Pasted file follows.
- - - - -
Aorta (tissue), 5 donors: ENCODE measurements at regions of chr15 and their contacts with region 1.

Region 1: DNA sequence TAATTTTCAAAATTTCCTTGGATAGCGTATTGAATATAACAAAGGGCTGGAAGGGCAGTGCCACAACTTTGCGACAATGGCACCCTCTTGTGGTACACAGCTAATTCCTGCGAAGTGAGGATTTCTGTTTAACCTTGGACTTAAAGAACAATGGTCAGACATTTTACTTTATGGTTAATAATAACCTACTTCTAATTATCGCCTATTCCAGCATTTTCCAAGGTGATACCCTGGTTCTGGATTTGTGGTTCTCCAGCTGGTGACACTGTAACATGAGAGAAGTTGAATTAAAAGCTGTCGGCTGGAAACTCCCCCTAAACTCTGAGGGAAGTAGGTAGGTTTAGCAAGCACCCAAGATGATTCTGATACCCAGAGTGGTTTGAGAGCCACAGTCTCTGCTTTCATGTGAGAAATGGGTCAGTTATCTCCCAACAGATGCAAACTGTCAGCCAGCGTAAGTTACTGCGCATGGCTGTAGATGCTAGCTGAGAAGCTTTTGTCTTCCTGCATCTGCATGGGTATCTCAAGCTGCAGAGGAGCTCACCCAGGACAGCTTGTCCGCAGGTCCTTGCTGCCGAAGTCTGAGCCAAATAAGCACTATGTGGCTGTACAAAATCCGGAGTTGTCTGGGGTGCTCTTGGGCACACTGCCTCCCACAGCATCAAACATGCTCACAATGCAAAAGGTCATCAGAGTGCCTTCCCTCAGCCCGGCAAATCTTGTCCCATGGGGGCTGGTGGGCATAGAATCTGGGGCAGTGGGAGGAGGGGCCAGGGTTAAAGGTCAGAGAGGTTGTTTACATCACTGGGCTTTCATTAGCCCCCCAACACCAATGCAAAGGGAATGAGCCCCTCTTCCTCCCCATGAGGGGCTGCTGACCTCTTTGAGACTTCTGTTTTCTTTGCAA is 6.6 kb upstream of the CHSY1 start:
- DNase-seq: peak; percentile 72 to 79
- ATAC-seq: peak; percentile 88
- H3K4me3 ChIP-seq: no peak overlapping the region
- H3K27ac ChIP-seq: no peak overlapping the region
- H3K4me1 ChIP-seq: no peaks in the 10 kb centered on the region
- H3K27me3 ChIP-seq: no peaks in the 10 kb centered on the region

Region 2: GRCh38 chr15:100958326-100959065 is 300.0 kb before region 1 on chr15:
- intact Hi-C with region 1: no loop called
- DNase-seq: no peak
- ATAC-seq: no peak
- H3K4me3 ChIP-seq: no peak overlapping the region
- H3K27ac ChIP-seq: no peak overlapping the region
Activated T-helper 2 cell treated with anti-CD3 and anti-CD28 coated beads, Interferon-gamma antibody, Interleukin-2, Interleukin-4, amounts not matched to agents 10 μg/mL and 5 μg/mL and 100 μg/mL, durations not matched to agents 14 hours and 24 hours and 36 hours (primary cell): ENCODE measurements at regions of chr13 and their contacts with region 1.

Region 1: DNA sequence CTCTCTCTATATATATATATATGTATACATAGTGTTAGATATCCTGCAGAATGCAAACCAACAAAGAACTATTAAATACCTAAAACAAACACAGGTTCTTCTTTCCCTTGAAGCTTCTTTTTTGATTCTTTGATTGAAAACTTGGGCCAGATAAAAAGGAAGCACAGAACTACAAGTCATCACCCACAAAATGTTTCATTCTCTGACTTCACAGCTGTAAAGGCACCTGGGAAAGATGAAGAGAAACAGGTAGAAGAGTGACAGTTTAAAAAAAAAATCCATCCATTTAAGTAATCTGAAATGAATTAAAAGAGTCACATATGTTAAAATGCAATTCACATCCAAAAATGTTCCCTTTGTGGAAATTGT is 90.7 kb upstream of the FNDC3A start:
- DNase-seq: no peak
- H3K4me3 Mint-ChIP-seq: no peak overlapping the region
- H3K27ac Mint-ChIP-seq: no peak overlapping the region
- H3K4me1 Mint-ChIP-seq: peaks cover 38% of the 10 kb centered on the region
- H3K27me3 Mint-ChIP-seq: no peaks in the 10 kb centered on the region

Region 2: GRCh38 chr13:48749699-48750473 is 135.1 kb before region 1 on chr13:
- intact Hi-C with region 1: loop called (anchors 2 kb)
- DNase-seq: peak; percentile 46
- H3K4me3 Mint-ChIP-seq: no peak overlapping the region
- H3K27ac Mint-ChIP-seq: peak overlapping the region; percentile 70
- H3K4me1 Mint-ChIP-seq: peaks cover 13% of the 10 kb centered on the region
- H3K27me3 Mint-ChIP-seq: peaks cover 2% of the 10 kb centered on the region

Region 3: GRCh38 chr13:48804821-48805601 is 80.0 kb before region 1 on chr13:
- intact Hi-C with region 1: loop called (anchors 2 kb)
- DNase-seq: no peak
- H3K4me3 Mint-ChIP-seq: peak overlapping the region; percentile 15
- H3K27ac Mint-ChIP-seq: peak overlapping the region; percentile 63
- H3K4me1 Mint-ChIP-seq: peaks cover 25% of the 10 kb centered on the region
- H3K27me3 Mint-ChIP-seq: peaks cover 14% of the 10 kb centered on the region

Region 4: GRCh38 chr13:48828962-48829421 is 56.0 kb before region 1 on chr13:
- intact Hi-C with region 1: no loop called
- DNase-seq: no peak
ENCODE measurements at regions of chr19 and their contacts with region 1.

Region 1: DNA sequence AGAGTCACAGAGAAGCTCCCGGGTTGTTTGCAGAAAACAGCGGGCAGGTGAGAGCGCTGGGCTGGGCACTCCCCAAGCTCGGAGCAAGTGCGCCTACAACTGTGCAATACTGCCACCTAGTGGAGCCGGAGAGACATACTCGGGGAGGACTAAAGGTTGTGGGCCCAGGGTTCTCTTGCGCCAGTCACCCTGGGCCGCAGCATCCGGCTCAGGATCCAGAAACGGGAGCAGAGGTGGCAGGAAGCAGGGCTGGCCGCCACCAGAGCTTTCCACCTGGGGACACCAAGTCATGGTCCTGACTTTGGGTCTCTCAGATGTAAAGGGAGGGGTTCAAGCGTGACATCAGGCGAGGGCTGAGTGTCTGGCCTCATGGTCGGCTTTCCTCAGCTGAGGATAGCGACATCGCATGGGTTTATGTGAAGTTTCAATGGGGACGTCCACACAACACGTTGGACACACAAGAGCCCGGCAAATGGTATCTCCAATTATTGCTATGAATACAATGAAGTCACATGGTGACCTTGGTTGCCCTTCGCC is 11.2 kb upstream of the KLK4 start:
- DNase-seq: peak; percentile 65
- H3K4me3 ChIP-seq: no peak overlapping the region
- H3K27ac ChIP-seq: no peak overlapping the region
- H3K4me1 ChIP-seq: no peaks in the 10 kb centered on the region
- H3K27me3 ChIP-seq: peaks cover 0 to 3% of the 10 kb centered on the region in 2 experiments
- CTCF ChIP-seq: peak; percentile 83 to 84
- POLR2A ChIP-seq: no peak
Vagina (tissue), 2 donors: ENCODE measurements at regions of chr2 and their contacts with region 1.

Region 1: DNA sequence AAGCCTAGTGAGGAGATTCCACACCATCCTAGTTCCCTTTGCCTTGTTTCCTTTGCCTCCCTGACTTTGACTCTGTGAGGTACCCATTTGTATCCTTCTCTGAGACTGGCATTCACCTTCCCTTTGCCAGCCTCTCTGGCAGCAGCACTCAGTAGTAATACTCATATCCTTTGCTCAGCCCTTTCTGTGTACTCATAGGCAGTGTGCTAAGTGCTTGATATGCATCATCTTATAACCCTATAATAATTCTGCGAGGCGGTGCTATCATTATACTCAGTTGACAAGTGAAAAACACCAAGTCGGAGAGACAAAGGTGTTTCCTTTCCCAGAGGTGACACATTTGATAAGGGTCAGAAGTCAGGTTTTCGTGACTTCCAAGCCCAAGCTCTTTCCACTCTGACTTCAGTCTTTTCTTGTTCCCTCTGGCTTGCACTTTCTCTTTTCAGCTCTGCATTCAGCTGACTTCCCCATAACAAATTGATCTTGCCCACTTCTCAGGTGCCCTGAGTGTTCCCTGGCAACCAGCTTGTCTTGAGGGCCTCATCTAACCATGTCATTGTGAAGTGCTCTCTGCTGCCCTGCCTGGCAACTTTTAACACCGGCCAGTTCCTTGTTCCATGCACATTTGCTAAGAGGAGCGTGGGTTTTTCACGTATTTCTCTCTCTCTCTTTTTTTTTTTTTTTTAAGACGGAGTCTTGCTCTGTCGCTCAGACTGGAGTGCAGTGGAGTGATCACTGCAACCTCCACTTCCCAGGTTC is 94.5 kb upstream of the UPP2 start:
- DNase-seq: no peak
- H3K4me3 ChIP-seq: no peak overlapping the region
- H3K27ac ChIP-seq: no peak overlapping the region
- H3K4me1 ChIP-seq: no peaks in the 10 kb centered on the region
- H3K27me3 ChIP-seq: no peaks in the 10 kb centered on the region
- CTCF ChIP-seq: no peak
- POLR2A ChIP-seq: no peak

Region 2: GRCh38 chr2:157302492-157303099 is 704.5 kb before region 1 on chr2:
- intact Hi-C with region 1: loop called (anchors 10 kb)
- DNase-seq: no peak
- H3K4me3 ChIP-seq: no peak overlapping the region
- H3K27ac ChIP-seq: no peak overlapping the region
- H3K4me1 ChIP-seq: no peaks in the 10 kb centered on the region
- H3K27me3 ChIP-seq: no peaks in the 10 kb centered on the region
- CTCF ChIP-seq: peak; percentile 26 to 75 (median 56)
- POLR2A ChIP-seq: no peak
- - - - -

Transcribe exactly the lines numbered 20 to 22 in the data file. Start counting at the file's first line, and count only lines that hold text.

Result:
- H3K4me1 Mint-ChIP-seq: peaks cover 38% of the 10 kb centered on the region
- H3K27me3 Mint-ChIP-seq: no peaks in the 10 kb centered on the region

Region 2: GRCh38 chr13:48749699-48750473 is 135.1 kb before region 1 on chr13: